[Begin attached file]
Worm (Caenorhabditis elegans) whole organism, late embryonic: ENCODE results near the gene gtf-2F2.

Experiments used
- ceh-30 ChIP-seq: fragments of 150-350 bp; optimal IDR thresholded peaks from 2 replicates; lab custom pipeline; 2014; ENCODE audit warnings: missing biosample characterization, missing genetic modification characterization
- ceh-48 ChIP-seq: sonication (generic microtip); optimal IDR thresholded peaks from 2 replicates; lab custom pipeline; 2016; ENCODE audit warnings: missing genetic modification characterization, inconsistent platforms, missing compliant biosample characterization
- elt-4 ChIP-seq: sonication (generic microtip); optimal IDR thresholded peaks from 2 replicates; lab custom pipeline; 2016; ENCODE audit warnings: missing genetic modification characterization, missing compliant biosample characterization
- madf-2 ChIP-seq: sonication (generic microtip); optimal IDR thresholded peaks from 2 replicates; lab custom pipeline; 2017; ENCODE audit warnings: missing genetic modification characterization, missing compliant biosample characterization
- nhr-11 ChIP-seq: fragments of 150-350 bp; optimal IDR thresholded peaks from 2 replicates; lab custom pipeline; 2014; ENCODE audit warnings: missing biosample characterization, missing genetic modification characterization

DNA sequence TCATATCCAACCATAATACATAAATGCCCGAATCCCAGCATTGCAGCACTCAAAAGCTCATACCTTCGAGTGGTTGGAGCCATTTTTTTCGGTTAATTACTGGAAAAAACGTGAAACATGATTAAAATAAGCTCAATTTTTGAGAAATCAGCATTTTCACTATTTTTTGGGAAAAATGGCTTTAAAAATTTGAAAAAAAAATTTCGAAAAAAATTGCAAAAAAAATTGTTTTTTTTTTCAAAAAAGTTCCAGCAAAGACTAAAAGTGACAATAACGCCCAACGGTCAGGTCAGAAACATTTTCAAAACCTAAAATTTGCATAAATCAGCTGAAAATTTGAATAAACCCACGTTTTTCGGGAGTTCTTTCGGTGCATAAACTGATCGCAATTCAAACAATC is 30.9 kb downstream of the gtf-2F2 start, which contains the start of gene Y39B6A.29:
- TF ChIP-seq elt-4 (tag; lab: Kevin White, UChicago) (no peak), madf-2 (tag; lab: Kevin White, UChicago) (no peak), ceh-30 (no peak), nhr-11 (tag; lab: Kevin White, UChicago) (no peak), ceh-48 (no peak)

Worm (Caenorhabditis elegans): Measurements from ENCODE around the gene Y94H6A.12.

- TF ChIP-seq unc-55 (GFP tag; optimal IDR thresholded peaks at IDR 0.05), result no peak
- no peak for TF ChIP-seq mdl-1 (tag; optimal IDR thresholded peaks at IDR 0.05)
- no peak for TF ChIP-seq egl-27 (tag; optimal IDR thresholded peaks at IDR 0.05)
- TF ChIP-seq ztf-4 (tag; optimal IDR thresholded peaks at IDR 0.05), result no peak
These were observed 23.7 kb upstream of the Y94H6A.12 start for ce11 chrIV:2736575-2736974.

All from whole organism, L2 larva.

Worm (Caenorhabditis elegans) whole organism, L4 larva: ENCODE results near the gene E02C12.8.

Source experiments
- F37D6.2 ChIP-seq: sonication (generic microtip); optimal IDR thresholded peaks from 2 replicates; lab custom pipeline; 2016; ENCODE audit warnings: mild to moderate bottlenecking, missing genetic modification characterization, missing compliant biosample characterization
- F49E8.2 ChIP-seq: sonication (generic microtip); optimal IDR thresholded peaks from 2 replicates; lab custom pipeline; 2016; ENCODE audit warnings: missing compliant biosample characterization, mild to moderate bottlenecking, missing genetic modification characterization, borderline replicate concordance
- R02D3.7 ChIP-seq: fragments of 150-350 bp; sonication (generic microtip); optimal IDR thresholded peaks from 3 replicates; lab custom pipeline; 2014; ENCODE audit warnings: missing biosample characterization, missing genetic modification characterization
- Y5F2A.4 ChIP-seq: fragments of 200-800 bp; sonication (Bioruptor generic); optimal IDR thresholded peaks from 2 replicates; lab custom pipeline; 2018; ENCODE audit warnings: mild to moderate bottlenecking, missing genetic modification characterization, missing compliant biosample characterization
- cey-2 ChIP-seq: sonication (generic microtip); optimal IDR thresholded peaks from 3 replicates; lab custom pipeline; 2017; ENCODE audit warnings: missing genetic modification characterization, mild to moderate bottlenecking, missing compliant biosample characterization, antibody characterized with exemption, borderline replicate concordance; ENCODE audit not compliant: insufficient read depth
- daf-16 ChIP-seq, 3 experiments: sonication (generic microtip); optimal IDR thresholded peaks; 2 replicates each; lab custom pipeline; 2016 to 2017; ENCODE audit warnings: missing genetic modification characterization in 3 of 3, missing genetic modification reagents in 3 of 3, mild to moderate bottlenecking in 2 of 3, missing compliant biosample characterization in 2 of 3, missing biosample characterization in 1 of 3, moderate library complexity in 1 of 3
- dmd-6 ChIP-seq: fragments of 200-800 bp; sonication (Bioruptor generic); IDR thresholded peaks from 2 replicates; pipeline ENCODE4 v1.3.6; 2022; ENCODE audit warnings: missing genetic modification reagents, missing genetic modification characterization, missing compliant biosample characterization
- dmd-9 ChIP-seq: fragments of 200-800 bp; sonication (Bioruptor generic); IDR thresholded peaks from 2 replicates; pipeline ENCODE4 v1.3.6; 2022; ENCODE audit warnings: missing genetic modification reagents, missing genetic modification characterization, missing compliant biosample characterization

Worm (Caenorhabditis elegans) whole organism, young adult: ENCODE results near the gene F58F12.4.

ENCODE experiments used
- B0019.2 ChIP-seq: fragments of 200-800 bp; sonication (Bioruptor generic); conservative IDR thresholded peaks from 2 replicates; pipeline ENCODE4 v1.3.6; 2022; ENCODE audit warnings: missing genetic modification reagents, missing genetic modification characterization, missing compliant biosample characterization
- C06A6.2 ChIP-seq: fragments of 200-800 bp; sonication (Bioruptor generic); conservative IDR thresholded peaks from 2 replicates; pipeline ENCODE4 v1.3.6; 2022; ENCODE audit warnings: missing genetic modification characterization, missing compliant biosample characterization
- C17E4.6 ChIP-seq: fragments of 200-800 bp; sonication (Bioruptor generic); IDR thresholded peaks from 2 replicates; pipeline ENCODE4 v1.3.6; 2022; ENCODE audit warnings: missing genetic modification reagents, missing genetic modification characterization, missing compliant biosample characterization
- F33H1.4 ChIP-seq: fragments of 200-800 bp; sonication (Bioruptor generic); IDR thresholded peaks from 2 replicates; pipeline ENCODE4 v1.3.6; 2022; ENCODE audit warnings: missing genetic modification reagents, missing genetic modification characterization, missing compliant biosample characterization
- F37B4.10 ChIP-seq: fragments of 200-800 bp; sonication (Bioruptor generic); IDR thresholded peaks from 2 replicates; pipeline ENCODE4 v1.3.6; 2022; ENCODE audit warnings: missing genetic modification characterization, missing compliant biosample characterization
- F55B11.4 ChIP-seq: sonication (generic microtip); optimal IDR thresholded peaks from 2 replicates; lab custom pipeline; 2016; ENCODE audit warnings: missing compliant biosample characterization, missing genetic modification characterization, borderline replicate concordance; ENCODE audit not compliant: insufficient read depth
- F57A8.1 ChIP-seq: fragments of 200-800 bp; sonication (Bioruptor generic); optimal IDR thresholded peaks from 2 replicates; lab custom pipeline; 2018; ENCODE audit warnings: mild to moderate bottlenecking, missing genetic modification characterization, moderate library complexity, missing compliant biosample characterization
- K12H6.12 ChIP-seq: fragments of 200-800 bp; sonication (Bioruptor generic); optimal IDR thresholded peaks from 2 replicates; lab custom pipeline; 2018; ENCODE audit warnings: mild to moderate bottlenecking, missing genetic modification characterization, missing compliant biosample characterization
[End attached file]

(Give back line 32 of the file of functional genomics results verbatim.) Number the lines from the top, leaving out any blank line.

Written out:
- F33H1.4 ChIP-seq: fragments of 200-800 bp; sonication (Bioruptor generic); IDR thresholded peaks from 2 replicates; pipeline ENCODE4 v1.3.6; 2022; ENCODE audit warnings: missing genetic modification reagents, missing genetic modification characterization, missing compliant biosample characterization